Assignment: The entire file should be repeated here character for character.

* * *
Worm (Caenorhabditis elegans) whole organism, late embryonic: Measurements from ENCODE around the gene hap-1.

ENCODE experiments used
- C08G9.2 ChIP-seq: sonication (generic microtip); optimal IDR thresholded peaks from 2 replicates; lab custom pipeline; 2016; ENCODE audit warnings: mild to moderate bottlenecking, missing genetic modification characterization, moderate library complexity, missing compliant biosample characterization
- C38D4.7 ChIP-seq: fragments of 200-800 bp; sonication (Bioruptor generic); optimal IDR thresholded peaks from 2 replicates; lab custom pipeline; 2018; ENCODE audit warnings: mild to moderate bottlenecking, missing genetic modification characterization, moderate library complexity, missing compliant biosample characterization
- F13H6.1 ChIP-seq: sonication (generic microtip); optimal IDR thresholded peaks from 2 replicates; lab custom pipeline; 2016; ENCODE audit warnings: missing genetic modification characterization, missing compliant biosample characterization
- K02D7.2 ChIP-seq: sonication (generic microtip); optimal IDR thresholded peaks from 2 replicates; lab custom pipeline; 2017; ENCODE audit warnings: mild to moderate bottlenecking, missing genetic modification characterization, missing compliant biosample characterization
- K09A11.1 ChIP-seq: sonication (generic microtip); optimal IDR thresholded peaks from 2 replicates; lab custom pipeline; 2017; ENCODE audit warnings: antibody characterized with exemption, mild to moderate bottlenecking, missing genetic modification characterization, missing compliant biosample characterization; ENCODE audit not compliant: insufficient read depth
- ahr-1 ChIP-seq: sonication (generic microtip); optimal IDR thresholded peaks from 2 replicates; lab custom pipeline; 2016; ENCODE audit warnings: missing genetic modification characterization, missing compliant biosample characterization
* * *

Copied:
Worm (Caenorhabditis elegans) whole organism, late embryonic: Measurements from ENCODE around the gene hap-1.

ENCODE experiments used
- C08G9.2 ChIP-seq: sonication (generic microtip); optimal IDR thresholded peaks from 2 replicates; lab custom pipeline; 2016; ENCODE audit warnings: mild to moderate bottlenecking, missing genetic modification characterization, moderate library complexity, missing compliant biosample characterization
- C38D4.7 ChIP-seq: fragments of 200-800 bp; sonication (Bioruptor generic); optimal IDR thresholded peaks from 2 replicates; lab custom pipeline; 2018; ENCODE audit warnings: mild to moderate bottlenecking, missing genetic modification characterization, moderate library complexity, missing compliant biosample characterization
- F13H6.1 ChIP-seq: sonication (generic microtip); optimal IDR thresholded peaks from 2 replicates; lab custom pipeline; 2016; ENCODE audit warnings: missing genetic modification characterization, missing compliant biosample characterization
- K02D7.2 ChIP-seq: sonication (generic microtip); optimal IDR thresholded peaks from 2 replicates; lab custom pipeline; 2017; ENCODE audit warnings: mild to moderate bottlenecking, missing genetic modification characterization, missing compliant biosample characterization
- K09A11.1 ChIP-seq: sonication (generic microtip); optimal IDR thresholded peaks from 2 replicates; lab custom pipeline; 2017; ENCODE audit warnings: antibody characterized with exemption, mild to moderate bottlenecking, missing genetic modification characterization, missing compliant biosample characterization; ENCODE audit not compliant: insufficient read depth
- ahr-1 ChIP-seq: sonication (generic microtip); optimal IDR thresholded peaks from 2 replicates; lab custom pipeline; 2016; ENCODE audit warnings: missing genetic modification characterization, missing compliant biosample characterization